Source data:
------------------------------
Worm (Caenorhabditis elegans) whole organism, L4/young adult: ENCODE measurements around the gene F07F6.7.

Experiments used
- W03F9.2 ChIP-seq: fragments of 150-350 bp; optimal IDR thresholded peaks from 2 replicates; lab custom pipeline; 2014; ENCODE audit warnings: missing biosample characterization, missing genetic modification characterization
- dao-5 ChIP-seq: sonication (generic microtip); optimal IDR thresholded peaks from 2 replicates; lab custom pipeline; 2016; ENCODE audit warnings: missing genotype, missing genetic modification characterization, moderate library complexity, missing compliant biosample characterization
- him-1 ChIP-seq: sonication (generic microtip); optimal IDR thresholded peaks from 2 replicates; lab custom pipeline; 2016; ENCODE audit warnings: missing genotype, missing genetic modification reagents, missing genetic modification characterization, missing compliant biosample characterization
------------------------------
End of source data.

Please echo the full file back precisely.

Worm (Caenorhabditis elegans) whole organism, L4/young adult: ENCODE measurements around the gene F07F6.7.

Experiments used
- W03F9.2 ChIP-seq: fragments of 150-350 bp; optimal IDR thresholded peaks from 2 replicates; lab custom pipeline; 2014; ENCODE audit warnings: missing biosample characterization, missing genetic modification characterization
- dao-5 ChIP-seq: sonication (generic microtip); optimal IDR thresholded peaks from 2 replicates; lab custom pipeline; 2016; ENCODE audit warnings: missing genotype, missing genetic modification characterization, moderate library complexity, missing compliant biosample characterization
- him-1 ChIP-seq: sonication (generic microtip); optimal IDR thresholded peaks from 2 replicates; lab custom pipeline; 2016; ENCODE audit warnings: missing genotype, missing genetic modification reagents, missing genetic modification characterization, missing compliant biosample characterization